A great steak needs nothing but a bit of salt and pepper.
Having grown up in Chicago, I know the taste and buttery texture of a great corn-fed beef steak. We never marinated them. Never had to.
Now I live in eastern Washington State, an area renowned for its wheat, barley, peas and lentils. A short drive to the west leads to our state’s iconic apples and other tree fruit. And grapes. Washington’s wines are increasingly world-class.
But not its beef.
In fact, the few ranchers here that raise beef pride themselves on their healthy, grass-fed beef cattle. Healthy. Lean.
I bought half a grass-fed beef once. The hamburger was great. The steaks, not so much.
Safeway used to carry USDA Choice Beef, years ago. It was possible back then, every so often, to find a package of unusually well-marbled ribeyes. Not prime, mind you, but not bad. Whenever I visited the store, even if only for a gallon of milk, I’d always detour to the meat counter in the hope of finding fat-flecked treasure.
Then, in a masterful bit of supermarket sleight-of-hand, Safeway introduced their customers to “Rancher’s Reserve®.” What image does that name, Rancher’s Reserve®, conjure up in your mind? Beef ranchers holding back their best for Safeway and its customers?
Well, that’s what Safeway hoped you’d infer from the fancy new name. You were supposed to think: Rancher’s Reserve® = best USDA Choice beef reserved for Safeway customers.
After all, isn’t that what branding is all about? Whether it’s cattlemen branding their livestock to distinguish one herd from another, or marketers creating fancy names to differentiate their products, the goal is to create associations between a product or company and what it stands for in the mind of the customer.
In the mind of this customer, it eventually stood for “bull.” Better still: weasel.
Now, when Rancher’s Reserve® was launched, Safeway was still selling its customers USDA Choice beef. This cost them more, of course, but it also meant higher quality, more marbling, more tender and flavorful beefsteaks. But some months after launching the Rancher’s Reserve® program, Safeway downgraded the quality of their retail beef offerings from USDA Choice to Select, which they could buy at a lower cost. So, Rancher’s Reserve® ended up being “run-of-the-ranch.” USDA Select. Plain, ordinary, chewy beefsteak, just cut a little thicker.
But I digress.
A few months ago I had the pleasure of participating in an Eggfest, a gathering of fans of the Big Green Egg, held in the parking lot of their local dealer (a client of mine). I grilled Alaskan sockeye salmon. Nearby Bob Smith, a fellow Egghead, was grilling tri-tip beef steaks, the best I’d ever tasted. The secret, it turned out, was his marinade, the recipe for which he was happy to share with me.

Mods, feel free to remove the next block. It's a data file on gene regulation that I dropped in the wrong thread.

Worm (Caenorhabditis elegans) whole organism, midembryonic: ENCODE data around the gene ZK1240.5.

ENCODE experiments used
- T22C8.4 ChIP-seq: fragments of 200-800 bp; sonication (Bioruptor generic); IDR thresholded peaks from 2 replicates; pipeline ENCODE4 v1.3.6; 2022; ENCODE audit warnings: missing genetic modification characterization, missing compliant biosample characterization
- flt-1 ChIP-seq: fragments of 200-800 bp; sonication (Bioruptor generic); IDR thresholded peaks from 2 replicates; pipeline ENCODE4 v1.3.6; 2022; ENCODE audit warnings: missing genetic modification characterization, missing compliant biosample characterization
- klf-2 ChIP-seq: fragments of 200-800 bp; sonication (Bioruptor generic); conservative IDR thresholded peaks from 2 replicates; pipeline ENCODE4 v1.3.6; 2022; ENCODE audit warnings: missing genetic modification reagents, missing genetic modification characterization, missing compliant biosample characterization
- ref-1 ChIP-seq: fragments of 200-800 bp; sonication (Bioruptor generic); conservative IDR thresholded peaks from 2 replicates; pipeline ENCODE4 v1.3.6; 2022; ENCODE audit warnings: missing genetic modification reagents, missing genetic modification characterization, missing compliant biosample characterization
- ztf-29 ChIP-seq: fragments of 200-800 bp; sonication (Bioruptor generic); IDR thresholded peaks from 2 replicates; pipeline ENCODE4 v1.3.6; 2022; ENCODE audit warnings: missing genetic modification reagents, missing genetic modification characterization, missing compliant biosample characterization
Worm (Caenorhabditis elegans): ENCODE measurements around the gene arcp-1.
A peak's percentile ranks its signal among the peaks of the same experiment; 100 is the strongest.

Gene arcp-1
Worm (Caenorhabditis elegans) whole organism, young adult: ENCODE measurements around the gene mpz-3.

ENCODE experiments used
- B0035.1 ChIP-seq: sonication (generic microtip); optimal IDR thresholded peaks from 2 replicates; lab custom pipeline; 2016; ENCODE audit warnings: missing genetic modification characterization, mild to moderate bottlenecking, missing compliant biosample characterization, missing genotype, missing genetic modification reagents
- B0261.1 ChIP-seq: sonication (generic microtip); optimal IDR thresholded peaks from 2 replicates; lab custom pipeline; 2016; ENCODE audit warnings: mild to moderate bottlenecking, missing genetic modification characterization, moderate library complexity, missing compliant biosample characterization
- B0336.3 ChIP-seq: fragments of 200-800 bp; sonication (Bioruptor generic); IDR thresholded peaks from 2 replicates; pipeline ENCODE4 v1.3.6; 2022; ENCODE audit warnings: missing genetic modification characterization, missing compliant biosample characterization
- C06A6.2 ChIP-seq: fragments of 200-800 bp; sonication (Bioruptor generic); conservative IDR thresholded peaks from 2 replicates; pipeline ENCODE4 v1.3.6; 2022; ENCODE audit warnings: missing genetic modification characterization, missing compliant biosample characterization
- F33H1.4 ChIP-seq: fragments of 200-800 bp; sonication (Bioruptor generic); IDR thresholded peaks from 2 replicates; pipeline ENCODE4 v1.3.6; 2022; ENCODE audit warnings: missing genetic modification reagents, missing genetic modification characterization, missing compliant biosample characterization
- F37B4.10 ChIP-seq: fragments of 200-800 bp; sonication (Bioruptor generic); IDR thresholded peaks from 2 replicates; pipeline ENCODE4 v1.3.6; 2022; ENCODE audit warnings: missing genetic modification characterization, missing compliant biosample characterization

A week or so after the Eggfest, I pulled some beef tenderloin steaks out of the freezer and decided to see what kind of magic Bob’s marinade might work on them. We were not disappointed. The steaks were not only tender but surprisingly full of flavor, too.
This past weekend I decided to try Bob’s magic marinade on a big ol’ (USDA Choice) T-bone steak from Costco. Whipped up a half-batch, poured it into a Zip-loc bag, and let the steak marinate in it for 5 or 6 hours before grilling it. Three of us enjoyed it for dinner (did I mention it was a big steak?) and were all in agreement that it was, in a word, superb. Unlike any other marinade I’ve ever tried, this one didn’t change the flavor of the beef; it enhanced the flavor, made it more…steak-y. Honestly, verbal descriptions don’t cut it. This is one recipe you just have to try for yourself.
I emailed Bob today and obtained his permission to share this wonderful marinade recipe with my friends. Enjoy!
BOB SMITH’S MAGIC MARINADE FOR BEEF STEAKS (Proportions are approximate.)
- 1 cup soy sauce
- 1/8 cup Worcestershire sauce
- Several cloves of garlic, chopped
- Bunch fresh rosemary and thyme, chopped
- 2 tbs. toasted sesame oil
- 1 shot of Jack Daniel’s or other whiskey (great meat tenderizer)
- A little bit of vinegar if you don’t want whiskey
- A little more oil
Pour over meat in a zip lock bag. Turn the bag every now and then. We marinated the steaks for 5 hours or so but even an hour will add a nice flavor. (You might pierce the steaks several times with a fork to allow marinade to penetrate if you’re shortening the marinating time. – RS)
Let me know how you like it!
Thanks Rod… I’ll give it a try.